Can share your ideas and resources with the entire world, even unexpectedly.

They are working on comic guides for several other libraires.

Placing a Hold on the Love of Reading: A School and Public Library Partnership in Atchison, KS

Cathy Coronado, Atchison Middle School Media Specialist

Diana Weaver, Atchison Public Library Director (as of right now; she’ll be the new director at Basehor Community Library at the end of April!)

How it all began….

NEKLS Summer School Librarians Workshop in 2009, featuring Tasha Squires, author of Library Partnerships: Making Connections Between Schools and Public Libraries

The information at the workshop was great, but the best part was the driving to and from the session. Diana and Laura (new elementary librarian) and Cathy never had really talked before; Diana was the new director of the Atchison Public Library.

Building our Partnership:

  • Breakfast w area school librarians (4 schools (Lutheran, Catholic private schools, and public schools). wanted to meet again but never could
  • Personal visits over coffee
  • Participation in MS in-service on school discipline
  • Library is a block from the MS. Teen problem. No consistency in policies and discipline enforcement. Things in the library did change, but still didn’t change completely. Not just the library’s problem to solve. Library went to MS inservice on discipline. Brought back info to library staff with mixed results, but did start a conversation. Building read over a million words. Public library wanted to be a part of this.
  • Meet w the school district superintendent to support the reading system: school had a courier system. Diana asked if the courier system could stop at the public library.
  • Public library staff visit to all AMS reading classes to demonstrate how to place holds through the NExpress shared catalog system. If the kids didn’t have a library card and their parents wouldn’t give them a card, a building card was created so holds could still be placed.

The Book Whisperer: Awakening the Inner Read in Every Child, Donalyn Miller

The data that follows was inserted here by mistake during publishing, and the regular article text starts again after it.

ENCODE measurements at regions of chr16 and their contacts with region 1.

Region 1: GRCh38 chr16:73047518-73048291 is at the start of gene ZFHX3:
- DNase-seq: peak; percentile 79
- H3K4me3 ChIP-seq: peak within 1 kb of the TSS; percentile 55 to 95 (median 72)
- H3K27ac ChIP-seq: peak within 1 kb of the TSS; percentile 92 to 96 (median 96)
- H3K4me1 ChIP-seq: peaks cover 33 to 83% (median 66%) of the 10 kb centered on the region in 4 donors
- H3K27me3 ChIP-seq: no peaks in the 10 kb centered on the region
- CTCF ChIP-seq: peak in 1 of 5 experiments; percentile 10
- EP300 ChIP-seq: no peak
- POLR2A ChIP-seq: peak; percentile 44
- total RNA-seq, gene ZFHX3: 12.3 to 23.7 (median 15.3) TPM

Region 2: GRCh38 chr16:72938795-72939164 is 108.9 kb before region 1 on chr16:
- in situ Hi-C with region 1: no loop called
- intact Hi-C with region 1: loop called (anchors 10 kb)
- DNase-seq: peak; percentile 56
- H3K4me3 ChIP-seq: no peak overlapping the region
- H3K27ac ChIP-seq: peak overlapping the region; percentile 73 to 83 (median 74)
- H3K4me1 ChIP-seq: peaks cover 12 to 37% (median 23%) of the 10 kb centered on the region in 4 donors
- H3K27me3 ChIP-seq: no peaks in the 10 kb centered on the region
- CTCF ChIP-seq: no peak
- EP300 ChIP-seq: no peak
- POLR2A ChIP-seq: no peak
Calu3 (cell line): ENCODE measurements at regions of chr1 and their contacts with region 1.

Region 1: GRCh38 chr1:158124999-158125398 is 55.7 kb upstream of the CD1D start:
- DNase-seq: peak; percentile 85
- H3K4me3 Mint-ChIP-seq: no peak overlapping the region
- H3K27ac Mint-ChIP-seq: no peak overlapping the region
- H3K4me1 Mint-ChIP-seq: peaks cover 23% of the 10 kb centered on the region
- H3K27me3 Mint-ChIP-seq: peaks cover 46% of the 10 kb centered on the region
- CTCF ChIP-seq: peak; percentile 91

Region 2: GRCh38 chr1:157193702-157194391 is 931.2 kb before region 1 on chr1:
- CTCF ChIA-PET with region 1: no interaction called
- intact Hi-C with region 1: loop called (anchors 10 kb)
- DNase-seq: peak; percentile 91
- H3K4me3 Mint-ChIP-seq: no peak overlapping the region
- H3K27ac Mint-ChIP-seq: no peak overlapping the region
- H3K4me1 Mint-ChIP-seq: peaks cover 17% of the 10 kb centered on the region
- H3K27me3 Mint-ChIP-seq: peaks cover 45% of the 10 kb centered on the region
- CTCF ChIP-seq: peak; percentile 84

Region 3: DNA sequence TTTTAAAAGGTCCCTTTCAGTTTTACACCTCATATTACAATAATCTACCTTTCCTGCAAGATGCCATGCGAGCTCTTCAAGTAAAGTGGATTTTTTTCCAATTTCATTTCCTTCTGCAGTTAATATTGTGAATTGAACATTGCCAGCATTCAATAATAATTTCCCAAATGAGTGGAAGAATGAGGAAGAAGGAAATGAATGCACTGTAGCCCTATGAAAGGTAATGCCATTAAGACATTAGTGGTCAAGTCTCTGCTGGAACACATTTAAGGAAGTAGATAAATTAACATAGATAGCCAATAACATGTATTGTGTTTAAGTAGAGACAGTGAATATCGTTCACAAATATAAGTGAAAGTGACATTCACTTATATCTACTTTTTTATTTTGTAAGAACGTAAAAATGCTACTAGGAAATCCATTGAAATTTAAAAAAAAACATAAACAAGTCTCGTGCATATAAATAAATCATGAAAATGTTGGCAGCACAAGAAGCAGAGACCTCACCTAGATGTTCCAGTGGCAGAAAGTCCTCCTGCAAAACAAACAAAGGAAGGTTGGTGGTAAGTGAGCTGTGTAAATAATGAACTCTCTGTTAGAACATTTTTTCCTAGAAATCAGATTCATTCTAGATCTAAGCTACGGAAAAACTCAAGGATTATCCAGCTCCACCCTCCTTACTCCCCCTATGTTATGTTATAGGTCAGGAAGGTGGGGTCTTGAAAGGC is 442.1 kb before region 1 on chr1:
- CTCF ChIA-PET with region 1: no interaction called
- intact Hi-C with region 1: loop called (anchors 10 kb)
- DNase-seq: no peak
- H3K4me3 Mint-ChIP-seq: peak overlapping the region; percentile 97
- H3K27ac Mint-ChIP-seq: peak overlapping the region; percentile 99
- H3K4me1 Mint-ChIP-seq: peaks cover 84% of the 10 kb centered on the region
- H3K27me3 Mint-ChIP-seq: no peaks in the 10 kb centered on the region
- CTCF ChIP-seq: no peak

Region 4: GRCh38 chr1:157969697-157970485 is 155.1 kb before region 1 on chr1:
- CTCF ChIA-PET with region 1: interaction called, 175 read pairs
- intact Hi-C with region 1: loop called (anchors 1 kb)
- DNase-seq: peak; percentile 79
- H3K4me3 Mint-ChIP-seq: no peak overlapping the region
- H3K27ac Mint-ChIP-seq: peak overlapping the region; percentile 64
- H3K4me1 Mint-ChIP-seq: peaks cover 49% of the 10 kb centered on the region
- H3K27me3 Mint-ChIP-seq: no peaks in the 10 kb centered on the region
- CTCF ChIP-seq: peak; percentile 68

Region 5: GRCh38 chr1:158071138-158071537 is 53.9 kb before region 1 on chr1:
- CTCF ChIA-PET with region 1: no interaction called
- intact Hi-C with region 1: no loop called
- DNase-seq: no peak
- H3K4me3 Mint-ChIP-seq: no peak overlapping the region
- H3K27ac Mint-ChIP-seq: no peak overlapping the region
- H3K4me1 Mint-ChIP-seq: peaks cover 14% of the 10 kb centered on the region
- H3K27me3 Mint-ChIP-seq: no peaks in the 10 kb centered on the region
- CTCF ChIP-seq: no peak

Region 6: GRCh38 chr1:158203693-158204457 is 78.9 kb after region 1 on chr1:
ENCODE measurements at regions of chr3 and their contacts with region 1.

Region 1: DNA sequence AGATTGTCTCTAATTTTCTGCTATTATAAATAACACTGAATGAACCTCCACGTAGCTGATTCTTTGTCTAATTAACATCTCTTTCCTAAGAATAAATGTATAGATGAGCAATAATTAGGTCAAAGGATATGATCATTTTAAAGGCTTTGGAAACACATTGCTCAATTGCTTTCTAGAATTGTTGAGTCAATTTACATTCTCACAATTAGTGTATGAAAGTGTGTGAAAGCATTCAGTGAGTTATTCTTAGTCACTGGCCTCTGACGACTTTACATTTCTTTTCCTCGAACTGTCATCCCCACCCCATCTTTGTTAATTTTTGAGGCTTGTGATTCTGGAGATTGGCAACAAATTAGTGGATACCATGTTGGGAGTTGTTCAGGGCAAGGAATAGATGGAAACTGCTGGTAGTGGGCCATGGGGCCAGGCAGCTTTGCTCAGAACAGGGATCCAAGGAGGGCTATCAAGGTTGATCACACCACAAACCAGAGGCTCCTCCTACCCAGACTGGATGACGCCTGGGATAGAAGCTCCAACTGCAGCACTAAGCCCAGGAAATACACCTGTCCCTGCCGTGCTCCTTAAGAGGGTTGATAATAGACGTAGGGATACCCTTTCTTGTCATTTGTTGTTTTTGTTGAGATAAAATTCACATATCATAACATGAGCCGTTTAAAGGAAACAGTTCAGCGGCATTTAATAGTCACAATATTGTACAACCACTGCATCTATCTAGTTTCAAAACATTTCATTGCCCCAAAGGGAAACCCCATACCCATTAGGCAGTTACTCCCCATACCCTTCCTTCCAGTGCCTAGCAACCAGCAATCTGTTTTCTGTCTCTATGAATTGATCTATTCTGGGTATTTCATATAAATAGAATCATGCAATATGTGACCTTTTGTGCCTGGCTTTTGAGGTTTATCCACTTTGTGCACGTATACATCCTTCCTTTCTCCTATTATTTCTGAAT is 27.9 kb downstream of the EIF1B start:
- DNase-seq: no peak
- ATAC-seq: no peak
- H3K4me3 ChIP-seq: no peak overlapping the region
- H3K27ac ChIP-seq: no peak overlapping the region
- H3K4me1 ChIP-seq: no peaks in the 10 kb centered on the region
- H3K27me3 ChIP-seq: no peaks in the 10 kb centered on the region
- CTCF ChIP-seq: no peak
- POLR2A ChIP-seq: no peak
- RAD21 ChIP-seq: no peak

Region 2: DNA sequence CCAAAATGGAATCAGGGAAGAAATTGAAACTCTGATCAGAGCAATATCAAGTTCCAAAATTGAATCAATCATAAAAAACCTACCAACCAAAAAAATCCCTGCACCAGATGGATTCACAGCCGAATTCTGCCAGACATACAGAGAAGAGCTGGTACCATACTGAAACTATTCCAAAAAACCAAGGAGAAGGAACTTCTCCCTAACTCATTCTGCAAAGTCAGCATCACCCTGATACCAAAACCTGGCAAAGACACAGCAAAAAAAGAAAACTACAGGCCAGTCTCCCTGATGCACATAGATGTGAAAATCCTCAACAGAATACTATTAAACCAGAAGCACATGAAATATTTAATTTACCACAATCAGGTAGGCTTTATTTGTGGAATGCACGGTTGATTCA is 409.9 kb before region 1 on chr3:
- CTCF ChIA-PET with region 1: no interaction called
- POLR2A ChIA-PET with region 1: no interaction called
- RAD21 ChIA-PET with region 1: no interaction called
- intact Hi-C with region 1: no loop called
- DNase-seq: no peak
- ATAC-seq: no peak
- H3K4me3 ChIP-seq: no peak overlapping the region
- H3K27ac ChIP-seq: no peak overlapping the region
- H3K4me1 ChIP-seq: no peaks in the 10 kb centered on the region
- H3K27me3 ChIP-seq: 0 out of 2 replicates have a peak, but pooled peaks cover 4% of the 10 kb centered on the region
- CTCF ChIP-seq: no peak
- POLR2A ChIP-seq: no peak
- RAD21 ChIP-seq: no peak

“Part of wearing a reader’s clothes is learning how to navigate a library and feeling at home in one” (Miller 59).

Wanted to make the middle school kids feel at home in the library.

Students Tour Atchison Public Library: All 6th, 7th, and 8th grade reading classes toured

Students learned about:

  • the YA book collection, including graphic novels
  • available tech like laptops, audiobooks and video games
  • upcoming and ongoing teen events
  • how to get their own library card
  • what homework resources are available

The Process to send books to the Middle School Library

Atchison Library (already processes 80+ holds per day as part of NExpress):

  • AMS has its own card to place holds and checkout (with Cathy’s permission) — has checkout out 400+ books on the AMS card since October
  • Items are transferred between the school and public library through the school district courier.

The Process at AMS

  • Students can place holds on books at the APL Online Catalog Station
  • Students write the title of the book they want and their name on a slip of paper and deposit it in the box.

“Because so many students’ reading choices are dictated by their teachers, they never learn how to choose books for themselves. How can they shape a self-identity as a reader if they never get the chance to find out what they like?” (Miller 28)

This is all done through one card. Kids who have local cards, can place holds, but then have to pickup at the local library. Teachers are now starting to use the service as well — quick access to the public library.

AMS Process Continues

  • There are in and out boxes for the books
  • Each book is checked out to the student using a temporary number
  • I use the code APL at the beginning of the call numbers of all the books